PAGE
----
Trends and predictions for the GCC retail market in a post-COVID-19 world

DUBAI — CBRE and Roland Berger have published a co-written report "Trends in the GCC Retail Market". The report looks at the retail industry today in the GCC region and provides an outlook on its likely development in a post-COVID-19 world.

The global economy is experiencing an unprecedented impact amid the outbreak of COVID-19: dramatic changes in consumer behavior and a widespread spending freeze require various industries to operate in crisis management mode as result of significant loses.

Due to its interconnected nature, the retail industry is particularly vulnerable to the effects of this pandemic and leaves retailers uncertain on how to respond to the current state of the retail market, as well as about their future in a post-COVID-19 world.

The GCC Retail Market report takes a longer-term view and outlines the trends impacting the retail industry in the GCC, driven by technology, changing consumer demands and evolving operating models.

Gabriella De La Torre, director consulting at CBRE, commented, “Retailers with a successful online presence have been able to minimize the impact, and in some cases even managed to drive profits as a result of stronger online consumption. Our report takes a long-term view on the opportunities in the retail industry in a post-COVID-19 world, driven by the growth of e-commerce, an increasing focus on experience, and the incorporation of new technologies.”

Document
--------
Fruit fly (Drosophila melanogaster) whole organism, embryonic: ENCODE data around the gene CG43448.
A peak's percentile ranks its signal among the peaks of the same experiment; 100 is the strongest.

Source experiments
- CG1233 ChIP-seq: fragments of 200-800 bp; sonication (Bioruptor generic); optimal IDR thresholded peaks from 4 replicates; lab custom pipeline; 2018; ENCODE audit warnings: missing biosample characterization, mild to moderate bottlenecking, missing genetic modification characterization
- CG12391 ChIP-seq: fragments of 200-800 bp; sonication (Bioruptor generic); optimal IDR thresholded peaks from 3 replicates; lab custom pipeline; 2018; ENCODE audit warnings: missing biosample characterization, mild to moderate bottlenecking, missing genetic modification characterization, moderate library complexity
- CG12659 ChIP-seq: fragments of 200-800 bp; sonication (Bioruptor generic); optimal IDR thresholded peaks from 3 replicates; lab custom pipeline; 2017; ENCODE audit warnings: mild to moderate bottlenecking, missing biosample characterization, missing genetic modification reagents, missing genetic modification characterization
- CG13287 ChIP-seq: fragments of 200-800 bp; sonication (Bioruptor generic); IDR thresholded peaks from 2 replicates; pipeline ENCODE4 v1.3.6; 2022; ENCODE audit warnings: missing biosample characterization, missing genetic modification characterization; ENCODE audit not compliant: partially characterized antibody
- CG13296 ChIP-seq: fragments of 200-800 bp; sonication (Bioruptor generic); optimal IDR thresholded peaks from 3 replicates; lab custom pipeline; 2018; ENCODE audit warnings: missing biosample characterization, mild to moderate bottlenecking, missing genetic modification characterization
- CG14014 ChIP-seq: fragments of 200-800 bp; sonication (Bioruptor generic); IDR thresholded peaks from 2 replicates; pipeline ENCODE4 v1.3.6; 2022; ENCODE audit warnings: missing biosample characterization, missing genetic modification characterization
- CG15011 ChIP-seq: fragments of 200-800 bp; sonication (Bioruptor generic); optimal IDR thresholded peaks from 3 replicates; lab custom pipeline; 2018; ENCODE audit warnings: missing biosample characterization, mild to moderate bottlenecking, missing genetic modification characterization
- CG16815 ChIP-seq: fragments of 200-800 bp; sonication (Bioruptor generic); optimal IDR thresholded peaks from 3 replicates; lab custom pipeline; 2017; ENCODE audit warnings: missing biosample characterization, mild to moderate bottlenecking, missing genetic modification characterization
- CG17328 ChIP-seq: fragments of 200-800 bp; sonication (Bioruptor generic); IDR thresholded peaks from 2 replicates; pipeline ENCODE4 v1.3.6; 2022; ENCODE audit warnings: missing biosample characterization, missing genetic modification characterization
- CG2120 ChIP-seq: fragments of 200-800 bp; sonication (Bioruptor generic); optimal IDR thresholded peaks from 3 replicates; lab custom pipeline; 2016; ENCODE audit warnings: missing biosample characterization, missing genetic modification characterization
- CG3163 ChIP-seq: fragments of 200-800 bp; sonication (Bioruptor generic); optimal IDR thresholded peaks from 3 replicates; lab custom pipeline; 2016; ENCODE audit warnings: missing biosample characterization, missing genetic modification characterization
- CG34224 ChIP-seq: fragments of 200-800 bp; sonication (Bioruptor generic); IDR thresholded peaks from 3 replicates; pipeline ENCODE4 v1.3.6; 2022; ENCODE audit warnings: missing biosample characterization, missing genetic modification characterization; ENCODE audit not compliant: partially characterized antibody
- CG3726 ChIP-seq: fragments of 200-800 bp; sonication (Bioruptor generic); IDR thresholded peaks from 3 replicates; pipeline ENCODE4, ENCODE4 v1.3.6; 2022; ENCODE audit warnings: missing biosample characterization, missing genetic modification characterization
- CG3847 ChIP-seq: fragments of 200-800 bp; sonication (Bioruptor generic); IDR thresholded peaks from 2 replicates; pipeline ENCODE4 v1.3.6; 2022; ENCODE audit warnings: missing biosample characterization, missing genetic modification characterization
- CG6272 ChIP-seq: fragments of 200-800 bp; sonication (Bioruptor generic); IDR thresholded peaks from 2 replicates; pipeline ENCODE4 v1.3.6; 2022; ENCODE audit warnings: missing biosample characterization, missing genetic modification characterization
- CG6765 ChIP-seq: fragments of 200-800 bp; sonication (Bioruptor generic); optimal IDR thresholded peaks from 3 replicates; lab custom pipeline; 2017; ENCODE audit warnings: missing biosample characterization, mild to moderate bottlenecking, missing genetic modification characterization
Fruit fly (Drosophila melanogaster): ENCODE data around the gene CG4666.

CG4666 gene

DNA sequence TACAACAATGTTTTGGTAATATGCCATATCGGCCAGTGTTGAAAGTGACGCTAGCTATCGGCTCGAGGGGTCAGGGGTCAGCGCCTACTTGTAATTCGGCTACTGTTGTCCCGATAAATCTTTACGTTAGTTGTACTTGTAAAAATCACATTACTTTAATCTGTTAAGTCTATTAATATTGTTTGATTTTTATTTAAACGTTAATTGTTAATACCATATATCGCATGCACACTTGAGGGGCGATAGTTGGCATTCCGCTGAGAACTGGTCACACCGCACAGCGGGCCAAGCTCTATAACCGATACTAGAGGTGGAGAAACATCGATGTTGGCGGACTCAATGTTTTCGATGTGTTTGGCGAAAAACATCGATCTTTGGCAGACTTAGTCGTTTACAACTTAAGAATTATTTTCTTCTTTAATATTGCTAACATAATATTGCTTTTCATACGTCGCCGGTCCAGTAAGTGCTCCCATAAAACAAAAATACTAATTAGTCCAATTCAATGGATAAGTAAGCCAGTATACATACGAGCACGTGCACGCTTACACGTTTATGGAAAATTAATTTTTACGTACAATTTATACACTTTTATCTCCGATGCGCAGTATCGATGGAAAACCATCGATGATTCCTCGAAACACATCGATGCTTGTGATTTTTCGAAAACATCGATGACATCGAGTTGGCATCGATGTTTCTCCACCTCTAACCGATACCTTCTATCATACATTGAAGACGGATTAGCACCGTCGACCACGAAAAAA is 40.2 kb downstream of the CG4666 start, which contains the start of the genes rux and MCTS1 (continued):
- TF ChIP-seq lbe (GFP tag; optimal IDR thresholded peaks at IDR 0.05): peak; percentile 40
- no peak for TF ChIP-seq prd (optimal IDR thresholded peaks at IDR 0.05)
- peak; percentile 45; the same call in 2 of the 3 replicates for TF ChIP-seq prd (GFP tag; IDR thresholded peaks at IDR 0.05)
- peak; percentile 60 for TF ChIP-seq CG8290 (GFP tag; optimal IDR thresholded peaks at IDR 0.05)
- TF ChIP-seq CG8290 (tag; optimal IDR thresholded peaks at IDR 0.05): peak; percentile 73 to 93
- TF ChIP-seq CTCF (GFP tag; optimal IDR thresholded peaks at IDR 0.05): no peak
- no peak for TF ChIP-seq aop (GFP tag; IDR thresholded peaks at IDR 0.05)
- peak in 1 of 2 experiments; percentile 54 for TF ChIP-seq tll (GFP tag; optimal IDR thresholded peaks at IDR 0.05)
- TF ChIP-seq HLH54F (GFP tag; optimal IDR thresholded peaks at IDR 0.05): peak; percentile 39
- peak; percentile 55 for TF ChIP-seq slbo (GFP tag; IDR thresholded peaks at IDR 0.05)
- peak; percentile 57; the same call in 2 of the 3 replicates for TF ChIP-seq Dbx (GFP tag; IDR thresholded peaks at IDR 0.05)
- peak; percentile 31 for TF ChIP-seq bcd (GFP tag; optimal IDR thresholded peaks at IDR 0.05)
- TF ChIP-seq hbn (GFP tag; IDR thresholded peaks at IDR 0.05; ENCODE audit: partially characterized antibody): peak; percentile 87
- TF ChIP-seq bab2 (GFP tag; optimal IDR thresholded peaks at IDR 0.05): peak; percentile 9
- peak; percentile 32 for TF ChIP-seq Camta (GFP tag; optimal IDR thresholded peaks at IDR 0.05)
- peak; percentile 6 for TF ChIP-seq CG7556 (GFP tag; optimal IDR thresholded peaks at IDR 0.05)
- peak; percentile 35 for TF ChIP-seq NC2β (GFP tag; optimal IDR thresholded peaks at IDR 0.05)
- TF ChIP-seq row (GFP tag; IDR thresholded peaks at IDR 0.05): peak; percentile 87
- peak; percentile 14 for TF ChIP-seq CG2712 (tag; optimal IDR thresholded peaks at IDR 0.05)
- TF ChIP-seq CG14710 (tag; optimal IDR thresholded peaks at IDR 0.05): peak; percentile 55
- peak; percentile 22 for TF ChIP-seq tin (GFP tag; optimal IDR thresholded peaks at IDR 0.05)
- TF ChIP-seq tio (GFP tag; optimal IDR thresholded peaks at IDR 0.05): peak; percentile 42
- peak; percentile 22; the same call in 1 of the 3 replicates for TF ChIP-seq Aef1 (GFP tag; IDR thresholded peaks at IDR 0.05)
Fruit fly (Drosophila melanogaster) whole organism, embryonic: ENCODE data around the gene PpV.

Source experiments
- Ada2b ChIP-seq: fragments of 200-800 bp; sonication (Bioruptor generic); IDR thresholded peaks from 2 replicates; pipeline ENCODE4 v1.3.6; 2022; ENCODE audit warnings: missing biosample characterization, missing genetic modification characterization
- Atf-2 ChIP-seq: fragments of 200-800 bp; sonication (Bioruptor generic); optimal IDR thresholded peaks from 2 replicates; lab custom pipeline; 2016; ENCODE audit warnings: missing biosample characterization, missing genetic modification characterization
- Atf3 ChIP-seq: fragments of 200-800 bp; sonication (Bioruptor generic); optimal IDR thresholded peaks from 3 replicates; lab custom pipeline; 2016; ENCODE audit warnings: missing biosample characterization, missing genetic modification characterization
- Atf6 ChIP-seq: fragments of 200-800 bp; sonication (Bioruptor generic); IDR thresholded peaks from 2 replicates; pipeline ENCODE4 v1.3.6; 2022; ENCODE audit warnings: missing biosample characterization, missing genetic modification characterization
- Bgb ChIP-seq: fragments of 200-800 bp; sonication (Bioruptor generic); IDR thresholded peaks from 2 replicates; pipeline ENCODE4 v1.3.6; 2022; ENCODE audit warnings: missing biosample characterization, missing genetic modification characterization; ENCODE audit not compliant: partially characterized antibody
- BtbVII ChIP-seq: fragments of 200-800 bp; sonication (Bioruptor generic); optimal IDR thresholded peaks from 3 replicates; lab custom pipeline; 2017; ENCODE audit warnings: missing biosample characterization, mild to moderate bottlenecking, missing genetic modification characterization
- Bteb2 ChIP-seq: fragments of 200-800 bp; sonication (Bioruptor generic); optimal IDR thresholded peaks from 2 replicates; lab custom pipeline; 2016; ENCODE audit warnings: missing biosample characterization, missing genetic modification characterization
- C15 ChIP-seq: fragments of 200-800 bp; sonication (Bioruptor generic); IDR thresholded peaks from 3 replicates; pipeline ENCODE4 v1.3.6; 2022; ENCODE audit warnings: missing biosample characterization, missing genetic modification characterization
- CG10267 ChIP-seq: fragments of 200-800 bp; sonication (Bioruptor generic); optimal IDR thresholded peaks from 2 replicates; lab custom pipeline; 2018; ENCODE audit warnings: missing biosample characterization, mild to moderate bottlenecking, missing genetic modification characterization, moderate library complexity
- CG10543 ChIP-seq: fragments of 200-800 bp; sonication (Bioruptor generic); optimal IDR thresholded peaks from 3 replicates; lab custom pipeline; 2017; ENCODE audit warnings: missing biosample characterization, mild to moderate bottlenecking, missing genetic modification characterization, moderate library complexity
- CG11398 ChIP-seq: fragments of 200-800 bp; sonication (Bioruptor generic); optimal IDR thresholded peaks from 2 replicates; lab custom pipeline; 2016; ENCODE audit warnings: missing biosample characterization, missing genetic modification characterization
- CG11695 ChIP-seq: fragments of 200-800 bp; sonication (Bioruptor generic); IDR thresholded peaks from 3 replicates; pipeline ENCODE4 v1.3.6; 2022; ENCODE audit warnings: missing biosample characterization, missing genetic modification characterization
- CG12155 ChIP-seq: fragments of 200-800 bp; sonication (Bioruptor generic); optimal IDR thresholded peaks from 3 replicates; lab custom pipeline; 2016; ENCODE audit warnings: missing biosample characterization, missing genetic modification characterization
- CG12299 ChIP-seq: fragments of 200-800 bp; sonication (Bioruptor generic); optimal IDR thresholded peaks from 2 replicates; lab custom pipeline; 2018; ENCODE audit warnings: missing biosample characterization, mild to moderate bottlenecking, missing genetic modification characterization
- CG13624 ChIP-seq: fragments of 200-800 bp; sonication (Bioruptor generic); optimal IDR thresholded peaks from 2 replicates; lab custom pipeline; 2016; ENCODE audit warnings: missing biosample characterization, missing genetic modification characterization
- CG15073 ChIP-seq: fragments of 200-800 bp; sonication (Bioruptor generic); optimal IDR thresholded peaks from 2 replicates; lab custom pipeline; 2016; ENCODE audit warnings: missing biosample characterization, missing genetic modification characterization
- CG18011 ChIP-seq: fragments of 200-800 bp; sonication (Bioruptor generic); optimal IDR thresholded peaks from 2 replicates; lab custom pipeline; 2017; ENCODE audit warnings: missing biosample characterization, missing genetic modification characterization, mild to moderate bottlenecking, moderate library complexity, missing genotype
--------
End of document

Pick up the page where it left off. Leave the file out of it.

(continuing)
Key trends:

• Landlords and tenant alike can benefit from flexible structures, with the former maximizing their occupancy rates and returns, and the latter given greater room for innovation and growth.

• Experiential retailing continues to push retailers to create a unique experience for its consumers.

• There is also no longer a dichotomy between online and offline retail, since the two are increasingly converging to maximize customer experiences. This trend has gained traction worldwide but has yet to fully unfold in the GCC.

• Many small online-only retail brands are seeking greater access to consumers and in the US a new concession-based model provides small flexible physical spaces for online-only brands.

The region may not be ready for “Just Walk Out” technology, but it is beginning to see an uptake in RFID tags and in a post COVID-19 world, where social distancing may become the norm, we expect to see further adoption of this technology.

“Moving forward, retailers will have to reimagine their current strategies not only to keep them relevant in today's retail sector, but also to anticipate the future of the industry to ensure long-term success,” commented Dr. Johannes Distler, partner at Roland Berger.

Virtual fitting rooms could for example allow customers to try on clothing before purchasing online. Customized on-demand apparel, offering customers a personalized experience fitted to their exact requirements, could also become standard.

Using AI, retailers can engage with their customers at a conversational level providing more personalized experience. And autonomous last-mile delivery may increasingly become a reality with use of delivery robots and drones. — SG



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